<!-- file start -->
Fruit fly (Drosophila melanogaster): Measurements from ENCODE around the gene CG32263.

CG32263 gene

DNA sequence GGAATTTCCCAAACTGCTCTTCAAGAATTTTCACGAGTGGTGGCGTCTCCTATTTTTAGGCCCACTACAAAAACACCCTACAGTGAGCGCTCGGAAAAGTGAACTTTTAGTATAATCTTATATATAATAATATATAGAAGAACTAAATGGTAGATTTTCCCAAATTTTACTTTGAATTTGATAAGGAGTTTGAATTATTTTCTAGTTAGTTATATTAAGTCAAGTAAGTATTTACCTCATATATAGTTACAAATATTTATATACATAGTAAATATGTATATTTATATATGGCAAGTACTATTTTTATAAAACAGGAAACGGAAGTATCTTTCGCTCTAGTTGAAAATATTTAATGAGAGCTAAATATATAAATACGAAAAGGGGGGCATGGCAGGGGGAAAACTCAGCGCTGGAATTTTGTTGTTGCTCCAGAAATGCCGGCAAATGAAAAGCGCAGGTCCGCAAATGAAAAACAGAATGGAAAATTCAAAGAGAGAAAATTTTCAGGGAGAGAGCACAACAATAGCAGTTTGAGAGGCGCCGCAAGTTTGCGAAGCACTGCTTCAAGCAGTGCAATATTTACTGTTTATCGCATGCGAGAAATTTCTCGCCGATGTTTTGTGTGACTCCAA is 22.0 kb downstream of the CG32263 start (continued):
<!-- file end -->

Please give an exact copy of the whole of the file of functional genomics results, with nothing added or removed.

Fruit fly (Drosophila melanogaster): Measurements from ENCODE around the gene CG32263.

CG32263 gene

DNA sequence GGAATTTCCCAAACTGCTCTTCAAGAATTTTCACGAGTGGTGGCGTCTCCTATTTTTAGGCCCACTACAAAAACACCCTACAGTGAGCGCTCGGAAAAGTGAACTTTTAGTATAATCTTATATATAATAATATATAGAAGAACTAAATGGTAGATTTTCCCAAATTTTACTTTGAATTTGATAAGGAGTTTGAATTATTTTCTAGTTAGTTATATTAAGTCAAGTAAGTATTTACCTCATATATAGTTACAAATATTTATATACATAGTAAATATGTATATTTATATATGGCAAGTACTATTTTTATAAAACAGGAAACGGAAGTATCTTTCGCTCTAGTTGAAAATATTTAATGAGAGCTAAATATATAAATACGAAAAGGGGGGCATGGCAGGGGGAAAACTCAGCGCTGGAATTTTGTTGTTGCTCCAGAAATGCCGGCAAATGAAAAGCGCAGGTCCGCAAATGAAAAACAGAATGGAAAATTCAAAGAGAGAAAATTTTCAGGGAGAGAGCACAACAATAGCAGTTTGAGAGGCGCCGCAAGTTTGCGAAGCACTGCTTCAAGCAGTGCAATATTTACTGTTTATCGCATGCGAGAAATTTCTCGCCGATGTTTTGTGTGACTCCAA is 22.0 kb downstream of the CG32263 start (continued):